Points of Contact When Registering a Complaint

There are generally three resources you can use to complain about unresolved credit bureau disputes: your state's attorney general, the Federal Trade Commission, and the Consumer Financial Protection Bureau.

These agencies can’t necessarily force the credit bureau or creditor to update your account, but they are powerful government entities, and if a credit bureau knows they're involved, it may be more motivated to fix your credit report. It's also a good idea to involve these authorities because, if they receive enough complaints, they may file a lawsuit against a credit bureau or creditor. If they see a systematic problem, they can also help propose and push for legislative changes that will make it easier for all consumers to get similar disputes resolved.

Even without involving these agencies, you have the right to sue a credit bureau that violates any of your rights under the FCRA, including instances when a credit bureau continues to report inaccurate information. In 2013, a jury awarded an Oregon woman $18.4 million in her lawsuit against Equifax for this exact reason—it had failed to correct her credit report after she had sent eight disputes over two years.

To keep the process as smooth as possible, keep all the evidence of your disputes with the credit bureau (and the creditors), any responses from those entities, and notes of any phone calls you make regarding the dispute. Contact an attorney if you believe you have a strong case against the credit bureau.

When to Let a Credit Report Error Slide

As much as you want your credit report to be correct—and it’s your right to have an accurate credit report—it takes time and effort to continue submitting disputes. Therefore, if your first dispute doesn't result in the change you hoped for, pause to consider the situation before submitting another one.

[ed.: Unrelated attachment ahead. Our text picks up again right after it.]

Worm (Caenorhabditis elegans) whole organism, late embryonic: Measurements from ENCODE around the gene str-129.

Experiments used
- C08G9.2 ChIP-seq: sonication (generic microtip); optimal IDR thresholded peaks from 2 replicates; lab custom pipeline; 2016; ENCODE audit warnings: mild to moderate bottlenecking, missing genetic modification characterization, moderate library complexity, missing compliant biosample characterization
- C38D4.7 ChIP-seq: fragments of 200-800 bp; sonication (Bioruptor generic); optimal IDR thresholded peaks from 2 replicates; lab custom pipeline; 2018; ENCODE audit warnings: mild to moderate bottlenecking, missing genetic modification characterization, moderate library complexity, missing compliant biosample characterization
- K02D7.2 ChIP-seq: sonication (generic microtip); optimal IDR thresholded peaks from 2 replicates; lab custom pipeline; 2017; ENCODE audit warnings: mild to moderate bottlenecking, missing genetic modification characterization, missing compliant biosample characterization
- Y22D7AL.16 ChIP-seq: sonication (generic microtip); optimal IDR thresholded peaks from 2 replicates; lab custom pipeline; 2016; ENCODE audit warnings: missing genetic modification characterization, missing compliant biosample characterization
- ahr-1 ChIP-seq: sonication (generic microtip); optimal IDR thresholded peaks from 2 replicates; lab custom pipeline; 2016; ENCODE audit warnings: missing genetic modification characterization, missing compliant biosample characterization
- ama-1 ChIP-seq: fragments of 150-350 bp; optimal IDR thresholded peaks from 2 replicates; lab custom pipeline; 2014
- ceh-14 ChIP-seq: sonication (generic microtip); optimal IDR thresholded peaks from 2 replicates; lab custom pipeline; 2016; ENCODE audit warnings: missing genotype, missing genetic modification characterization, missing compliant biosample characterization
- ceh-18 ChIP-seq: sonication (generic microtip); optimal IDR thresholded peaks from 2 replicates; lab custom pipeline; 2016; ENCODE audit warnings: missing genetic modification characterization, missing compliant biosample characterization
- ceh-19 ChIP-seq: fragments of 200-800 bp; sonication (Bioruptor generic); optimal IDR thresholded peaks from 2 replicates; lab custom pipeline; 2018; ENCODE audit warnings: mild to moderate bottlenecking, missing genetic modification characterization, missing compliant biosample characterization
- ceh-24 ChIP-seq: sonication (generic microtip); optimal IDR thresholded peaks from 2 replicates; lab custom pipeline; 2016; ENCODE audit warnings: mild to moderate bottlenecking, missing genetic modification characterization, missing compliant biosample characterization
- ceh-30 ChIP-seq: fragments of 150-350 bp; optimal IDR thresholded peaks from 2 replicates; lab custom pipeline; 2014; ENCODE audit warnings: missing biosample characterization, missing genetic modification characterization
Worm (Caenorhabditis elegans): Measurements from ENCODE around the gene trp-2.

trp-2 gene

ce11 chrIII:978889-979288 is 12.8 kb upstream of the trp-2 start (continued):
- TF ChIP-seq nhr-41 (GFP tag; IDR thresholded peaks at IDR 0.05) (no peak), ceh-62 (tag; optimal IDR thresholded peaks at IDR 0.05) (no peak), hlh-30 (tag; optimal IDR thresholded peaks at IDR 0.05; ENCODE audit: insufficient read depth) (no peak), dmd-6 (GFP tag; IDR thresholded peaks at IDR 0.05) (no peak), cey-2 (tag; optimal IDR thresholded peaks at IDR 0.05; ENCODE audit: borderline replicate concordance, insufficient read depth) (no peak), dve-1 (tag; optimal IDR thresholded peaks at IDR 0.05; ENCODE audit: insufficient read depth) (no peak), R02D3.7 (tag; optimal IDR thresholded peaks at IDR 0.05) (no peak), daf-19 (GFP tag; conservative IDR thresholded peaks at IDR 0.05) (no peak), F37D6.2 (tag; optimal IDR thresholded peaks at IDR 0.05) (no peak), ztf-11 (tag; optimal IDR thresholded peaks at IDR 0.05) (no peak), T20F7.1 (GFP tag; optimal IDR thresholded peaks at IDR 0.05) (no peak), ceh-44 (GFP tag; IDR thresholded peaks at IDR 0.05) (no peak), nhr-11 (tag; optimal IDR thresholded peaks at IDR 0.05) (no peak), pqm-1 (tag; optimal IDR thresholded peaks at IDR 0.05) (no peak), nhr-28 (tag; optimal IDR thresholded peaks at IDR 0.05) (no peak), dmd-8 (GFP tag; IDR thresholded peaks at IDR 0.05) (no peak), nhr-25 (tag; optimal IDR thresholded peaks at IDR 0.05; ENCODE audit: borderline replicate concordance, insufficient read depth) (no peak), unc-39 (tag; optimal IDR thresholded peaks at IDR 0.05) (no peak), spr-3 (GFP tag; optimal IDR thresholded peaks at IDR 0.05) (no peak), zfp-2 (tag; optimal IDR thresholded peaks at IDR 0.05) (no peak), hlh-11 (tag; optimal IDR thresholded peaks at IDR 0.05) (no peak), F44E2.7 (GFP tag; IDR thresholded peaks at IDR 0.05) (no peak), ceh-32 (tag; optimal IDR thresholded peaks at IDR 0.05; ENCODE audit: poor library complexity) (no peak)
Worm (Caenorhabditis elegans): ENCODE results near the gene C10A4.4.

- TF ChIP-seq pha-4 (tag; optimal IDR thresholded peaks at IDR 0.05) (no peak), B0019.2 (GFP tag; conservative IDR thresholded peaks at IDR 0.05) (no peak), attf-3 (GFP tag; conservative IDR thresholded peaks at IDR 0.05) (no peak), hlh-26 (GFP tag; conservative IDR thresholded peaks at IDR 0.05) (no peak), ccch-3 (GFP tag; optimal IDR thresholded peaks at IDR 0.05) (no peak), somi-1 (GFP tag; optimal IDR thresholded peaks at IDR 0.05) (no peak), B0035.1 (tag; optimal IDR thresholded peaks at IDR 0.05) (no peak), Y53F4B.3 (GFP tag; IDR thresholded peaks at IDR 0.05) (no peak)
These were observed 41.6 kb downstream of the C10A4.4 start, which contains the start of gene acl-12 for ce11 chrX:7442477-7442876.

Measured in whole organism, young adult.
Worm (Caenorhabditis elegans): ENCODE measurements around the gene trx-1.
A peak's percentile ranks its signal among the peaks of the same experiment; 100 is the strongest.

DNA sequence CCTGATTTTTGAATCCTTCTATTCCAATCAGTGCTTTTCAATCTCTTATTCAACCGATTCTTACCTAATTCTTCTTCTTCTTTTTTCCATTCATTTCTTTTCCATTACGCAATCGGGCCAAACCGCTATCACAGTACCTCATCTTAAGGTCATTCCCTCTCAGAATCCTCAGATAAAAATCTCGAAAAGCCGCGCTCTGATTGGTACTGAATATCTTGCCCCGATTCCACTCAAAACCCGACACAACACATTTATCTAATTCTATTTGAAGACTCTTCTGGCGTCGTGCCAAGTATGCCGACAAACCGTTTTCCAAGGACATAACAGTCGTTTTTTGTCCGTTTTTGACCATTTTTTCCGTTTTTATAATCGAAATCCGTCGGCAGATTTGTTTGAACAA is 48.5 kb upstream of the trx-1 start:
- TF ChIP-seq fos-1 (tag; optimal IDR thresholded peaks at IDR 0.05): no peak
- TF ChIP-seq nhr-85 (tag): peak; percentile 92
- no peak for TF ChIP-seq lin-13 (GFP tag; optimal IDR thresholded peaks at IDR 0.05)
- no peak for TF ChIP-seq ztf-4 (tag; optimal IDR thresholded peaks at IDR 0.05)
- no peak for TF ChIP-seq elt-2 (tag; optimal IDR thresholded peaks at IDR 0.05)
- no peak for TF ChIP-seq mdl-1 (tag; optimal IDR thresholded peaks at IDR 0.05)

If the error isn’t affecting your credit score, doesn't affect applications for credit cards or loans, or is scheduled to fall off your credit report soon, it may not be worth it to continue to pursue the error. Continue to monitor your credit report for future errors, and be sure to dispute those if they're serious.

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The Balance uses only high-quality sources, including peer-reviewed studies, to support the facts within our articles. Read our editorial process to learn more about how we fact-check and keep our content accurate, reliable, and trustworthy.
  1. Consumerfinance.gov. "A Summary of Your Rights Under the Fair Credit Reporting Act," Page Two.

  2. Federal Trade Commission. "FTC Issues Follow-Up Study on Credit Report Accuracy."

  3. The Columbus Dispatch. "Dispatch Investigation | Credit Scars."

  4. National Association of Federally-Insured Credit Unions. "Managing Frivolous FCRA Disputes."

  5. Consumer Financial Protection Bureau. "Supervisory Highlights Consumer Reporting Special Edition: Issue 14, Winter 2017," Page 20.

  6. New York State Office of the Attorney General. "A.G. Schneiderman Announces Groundbreaking Consumer Protection Settlement With the Three National Credit Reporting Agencies."

  7. ABC News. "Jury Awards $18.6M for Equifax Credit Report Mix-Up."